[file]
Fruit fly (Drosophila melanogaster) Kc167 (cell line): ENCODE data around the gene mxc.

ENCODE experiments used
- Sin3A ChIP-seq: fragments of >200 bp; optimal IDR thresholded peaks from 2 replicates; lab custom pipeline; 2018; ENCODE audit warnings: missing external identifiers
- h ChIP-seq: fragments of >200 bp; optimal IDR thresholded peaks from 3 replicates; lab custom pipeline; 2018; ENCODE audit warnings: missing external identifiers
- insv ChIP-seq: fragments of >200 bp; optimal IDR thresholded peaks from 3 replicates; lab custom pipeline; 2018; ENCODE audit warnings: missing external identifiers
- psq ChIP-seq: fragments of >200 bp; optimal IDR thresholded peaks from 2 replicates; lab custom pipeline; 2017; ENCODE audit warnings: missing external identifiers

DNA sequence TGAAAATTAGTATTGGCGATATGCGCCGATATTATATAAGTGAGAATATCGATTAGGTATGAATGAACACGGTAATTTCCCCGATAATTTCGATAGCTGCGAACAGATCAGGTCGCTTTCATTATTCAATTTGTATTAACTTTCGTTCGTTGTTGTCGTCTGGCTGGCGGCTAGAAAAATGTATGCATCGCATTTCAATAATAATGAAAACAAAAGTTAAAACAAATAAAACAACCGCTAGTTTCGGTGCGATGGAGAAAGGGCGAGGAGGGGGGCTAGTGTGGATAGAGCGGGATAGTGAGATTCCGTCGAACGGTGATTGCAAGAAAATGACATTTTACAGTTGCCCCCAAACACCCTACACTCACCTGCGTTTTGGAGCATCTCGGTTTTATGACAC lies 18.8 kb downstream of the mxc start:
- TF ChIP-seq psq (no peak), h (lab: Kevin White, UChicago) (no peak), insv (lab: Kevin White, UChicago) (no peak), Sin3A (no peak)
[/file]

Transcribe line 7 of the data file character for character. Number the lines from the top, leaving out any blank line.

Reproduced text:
DNA sequence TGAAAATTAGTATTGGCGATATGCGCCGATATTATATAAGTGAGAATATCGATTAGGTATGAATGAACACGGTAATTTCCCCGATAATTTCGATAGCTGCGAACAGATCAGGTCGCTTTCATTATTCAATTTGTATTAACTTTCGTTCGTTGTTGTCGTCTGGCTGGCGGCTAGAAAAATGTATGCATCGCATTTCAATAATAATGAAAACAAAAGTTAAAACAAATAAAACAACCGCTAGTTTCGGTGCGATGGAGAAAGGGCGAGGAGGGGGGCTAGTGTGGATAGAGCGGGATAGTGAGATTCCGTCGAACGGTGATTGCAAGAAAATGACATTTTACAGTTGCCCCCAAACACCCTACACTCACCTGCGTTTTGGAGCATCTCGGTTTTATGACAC lies 18.8 kb downstream of the mxc start: